This will keep things achievable as well as sustainable long term.

You’re less likely to injure yourself or be so sore that you limit how many times you can get out and move.

If it’s body weight or weight-based training that your wanting to do again, manage those expectations.

You don’t need to be training every day, especially when you’re just getting started.

But I get that the fitness industry loves to push the narrative of training hard and often.

This just isn’t the case.

Start with 1-2 days of training a week. Once you’ve got that down and feeling good about it, then look at adding more days.

When you train, take it slow.


You don’t have to be working the whole training session. That is yet another false narrative pushed by many trainers and gyms.

Resting during your session is just as important as resting on days between your sessions.

Take your time with your training. There is no rush to get it done or get as much done as you can.

This is how training injuries happen.




If you’re adding training back into your life, don’t expect to be able to “smash out” big training sessions every day or even every other day.

Keep your training sessions to an average of 70% max effort across all sessions.

Whether you’re running or doing some form of weights.

Set your training out in a format of a light session, a medium session (and a hard session once you get to 3 days a week).

You don’t need to do more than that. That 70% effort is the golden number when it comes to making progress and staying safe as you train.


Even if you start with doing one small thing every week, you are winning.



Getting moving doesn’t have to be a huge activity.

The most important thing is to manage what you can realistically do vs what you expect yourself to be able to do.

So many folks give up on getting active because it becomes really overwhelming trying to fit it into their current routine.

This is because they are expecting themselves to just be able to do all the things.

And then when they can’t do that perfectly every week, they can get down on themselves.

In reality, you’re going to miss training sessions.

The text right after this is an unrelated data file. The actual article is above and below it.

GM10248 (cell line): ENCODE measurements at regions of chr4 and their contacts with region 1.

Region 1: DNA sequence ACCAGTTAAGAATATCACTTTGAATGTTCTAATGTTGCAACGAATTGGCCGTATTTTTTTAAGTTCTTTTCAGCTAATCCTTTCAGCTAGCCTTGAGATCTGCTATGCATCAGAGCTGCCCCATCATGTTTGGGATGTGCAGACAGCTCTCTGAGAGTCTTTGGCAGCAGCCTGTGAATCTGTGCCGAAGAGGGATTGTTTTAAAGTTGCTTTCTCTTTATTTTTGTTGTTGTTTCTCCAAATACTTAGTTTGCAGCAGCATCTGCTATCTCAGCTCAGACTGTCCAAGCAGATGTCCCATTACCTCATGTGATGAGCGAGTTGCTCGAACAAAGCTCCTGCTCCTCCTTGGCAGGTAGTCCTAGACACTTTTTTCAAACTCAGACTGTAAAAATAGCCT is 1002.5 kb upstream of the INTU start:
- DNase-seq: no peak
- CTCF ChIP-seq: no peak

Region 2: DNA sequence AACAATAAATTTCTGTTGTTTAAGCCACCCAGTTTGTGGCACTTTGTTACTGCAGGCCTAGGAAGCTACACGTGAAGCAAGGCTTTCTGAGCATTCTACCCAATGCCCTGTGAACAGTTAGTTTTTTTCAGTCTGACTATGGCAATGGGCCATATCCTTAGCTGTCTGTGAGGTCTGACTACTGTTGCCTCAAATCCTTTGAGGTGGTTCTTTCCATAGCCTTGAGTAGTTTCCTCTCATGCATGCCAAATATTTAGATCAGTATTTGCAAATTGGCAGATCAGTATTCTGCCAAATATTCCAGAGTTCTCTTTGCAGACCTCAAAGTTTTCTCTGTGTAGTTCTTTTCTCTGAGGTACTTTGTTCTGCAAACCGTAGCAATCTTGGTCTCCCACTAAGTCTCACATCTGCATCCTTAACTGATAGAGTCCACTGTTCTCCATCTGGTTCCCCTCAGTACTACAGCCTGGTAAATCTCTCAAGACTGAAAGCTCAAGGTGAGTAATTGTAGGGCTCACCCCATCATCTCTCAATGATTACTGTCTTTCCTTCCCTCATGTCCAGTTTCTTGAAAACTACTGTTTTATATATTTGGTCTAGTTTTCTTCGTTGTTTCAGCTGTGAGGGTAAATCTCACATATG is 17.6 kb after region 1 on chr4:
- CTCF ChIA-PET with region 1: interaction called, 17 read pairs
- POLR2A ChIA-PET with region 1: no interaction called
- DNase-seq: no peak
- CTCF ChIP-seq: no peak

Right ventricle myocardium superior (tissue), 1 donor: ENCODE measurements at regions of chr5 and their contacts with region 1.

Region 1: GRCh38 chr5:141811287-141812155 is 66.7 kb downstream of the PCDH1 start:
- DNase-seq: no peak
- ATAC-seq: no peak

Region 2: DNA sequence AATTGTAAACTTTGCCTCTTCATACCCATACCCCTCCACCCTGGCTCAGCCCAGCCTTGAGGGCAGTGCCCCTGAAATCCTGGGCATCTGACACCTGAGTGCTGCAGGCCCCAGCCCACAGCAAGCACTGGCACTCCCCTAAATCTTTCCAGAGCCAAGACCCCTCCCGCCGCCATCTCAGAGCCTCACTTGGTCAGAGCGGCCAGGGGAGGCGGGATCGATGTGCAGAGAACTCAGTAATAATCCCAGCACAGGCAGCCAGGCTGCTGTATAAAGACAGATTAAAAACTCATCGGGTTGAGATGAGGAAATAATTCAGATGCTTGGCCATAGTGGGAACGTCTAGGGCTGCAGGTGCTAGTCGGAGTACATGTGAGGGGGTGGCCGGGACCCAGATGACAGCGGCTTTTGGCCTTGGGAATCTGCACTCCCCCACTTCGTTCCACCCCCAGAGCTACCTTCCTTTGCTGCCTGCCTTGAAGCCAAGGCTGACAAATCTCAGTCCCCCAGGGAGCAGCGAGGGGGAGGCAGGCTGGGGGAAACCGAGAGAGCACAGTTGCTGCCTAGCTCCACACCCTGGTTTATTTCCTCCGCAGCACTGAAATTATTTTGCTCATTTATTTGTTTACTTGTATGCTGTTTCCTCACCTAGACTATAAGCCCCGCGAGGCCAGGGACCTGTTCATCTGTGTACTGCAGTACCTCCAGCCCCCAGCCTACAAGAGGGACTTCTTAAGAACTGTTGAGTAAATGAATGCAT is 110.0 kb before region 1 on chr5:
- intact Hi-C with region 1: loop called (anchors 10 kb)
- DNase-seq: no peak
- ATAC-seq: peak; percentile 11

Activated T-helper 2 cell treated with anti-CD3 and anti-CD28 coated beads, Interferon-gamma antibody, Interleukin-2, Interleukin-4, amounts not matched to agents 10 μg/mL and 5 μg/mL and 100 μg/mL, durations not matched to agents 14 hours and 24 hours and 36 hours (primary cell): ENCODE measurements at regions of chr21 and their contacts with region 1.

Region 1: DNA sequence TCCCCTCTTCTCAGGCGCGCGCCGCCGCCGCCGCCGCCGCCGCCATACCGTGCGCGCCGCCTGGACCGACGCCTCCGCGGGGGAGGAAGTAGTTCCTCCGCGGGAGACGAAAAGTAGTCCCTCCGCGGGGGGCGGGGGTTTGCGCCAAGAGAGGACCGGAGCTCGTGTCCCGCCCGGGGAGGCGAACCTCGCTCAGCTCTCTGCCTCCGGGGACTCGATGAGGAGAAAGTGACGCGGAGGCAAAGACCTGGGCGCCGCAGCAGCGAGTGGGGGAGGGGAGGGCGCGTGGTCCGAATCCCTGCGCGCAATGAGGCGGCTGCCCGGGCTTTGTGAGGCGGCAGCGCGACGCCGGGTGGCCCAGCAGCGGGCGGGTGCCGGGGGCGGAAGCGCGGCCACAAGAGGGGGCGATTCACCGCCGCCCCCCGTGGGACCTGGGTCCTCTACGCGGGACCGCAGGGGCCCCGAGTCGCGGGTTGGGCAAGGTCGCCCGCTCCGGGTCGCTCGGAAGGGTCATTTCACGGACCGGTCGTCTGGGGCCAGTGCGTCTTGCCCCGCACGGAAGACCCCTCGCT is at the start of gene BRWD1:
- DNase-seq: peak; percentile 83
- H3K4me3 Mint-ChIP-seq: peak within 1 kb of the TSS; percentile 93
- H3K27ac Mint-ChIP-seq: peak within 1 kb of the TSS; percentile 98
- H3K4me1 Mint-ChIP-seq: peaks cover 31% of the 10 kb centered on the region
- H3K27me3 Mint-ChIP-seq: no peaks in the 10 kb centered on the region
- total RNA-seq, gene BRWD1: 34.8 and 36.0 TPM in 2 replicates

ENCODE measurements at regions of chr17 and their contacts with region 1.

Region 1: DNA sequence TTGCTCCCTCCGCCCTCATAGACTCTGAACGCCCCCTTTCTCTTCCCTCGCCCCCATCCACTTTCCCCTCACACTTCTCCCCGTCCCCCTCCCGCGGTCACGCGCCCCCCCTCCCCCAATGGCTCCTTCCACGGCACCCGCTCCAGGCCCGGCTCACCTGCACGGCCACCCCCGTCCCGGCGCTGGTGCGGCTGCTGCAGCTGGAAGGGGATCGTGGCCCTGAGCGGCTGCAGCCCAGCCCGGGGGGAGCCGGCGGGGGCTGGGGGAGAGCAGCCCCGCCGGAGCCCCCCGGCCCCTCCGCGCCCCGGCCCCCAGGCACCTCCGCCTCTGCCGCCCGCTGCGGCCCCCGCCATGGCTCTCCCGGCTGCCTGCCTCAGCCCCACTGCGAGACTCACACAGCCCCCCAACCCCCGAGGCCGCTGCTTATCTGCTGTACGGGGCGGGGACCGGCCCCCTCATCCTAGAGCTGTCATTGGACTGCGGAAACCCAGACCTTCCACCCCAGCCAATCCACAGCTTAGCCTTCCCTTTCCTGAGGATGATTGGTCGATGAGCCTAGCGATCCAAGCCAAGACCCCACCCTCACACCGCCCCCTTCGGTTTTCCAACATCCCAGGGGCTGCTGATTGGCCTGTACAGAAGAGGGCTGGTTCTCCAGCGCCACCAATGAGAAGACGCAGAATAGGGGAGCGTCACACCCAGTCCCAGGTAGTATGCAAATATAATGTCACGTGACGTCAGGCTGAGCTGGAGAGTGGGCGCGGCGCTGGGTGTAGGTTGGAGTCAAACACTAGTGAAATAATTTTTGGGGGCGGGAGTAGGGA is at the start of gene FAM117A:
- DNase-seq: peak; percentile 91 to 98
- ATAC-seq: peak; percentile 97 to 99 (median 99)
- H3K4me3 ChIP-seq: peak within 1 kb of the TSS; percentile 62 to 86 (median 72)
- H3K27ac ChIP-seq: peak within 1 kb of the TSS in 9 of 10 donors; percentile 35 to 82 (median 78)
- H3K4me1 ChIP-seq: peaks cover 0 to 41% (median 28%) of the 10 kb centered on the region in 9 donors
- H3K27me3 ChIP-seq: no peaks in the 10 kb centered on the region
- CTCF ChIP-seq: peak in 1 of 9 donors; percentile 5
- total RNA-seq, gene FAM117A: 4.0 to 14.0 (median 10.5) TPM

Expect life stuff to get in the way sometimes. You’re gonna have good days and bad days. Good weeks and bad weeks.

It’s about being consistent in doing the things when you can, regardless of whether you always get it right or not that will make the difference.

Until next week friend remember it’s ok to have training goals, but keep them simple and realistic. Take your time and be kind to yourself when you miss doing a session.

Our thoughts influence every part of our lives. So focus on the bigger picture and long term goal instead of any short term challenges.

Bowie Stover Thinking Pose

Bowie Stover

Pronouns: they/them

My passion to help others through developing an active and healthy lifestyle, along with my desire to contribute as much as I can back to our queer community, has led me to co-found Non Gendered Fitness. To be a small part of your day that makes a HUGE impact on your life would be one of the most gratifying and rewarding experiences that I could hope to have.

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You can also find me (Bowie), Non Gendered Fitness (NGF) and Non Gendered Fitness (NGF) on instagram and Facebook at the links below.

Bowie: @the.no.t.enbie
NGF: @non_gendered_fitness



Non Gendered Fitness FB Page

Non Binary Fitness Coach Bowie Stover kneeling with two kettlebells

Bowie Stover
Kettlebell and Movement Coach